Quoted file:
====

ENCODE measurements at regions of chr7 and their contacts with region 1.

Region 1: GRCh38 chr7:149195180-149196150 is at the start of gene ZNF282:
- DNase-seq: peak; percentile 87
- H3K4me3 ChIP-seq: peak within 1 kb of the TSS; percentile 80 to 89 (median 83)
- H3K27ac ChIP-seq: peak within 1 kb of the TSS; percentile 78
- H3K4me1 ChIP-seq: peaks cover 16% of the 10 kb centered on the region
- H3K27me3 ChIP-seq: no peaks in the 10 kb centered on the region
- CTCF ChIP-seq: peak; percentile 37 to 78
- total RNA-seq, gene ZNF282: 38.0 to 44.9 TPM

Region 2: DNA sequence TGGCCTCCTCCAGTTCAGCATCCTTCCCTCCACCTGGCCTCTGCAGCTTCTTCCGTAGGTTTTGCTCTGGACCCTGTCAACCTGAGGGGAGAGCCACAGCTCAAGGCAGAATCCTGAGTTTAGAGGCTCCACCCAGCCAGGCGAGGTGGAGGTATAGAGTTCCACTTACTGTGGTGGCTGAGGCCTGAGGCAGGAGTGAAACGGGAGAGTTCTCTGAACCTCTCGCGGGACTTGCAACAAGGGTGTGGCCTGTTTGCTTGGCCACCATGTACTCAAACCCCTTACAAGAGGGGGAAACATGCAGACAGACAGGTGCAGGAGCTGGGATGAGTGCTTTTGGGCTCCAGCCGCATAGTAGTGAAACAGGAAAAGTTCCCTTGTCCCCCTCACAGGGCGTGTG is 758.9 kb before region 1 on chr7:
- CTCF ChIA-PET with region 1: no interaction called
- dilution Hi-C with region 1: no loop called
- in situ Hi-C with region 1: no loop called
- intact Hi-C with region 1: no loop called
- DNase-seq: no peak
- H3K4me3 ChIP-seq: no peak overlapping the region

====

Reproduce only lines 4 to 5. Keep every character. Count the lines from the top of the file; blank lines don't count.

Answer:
- H3K4me3 ChIP-seq: peak within 1 kb of the TSS; percentile 80 to 89 (median 83)
- H3K27ac ChIP-seq: peak within 1 kb of the TSS; percentile 78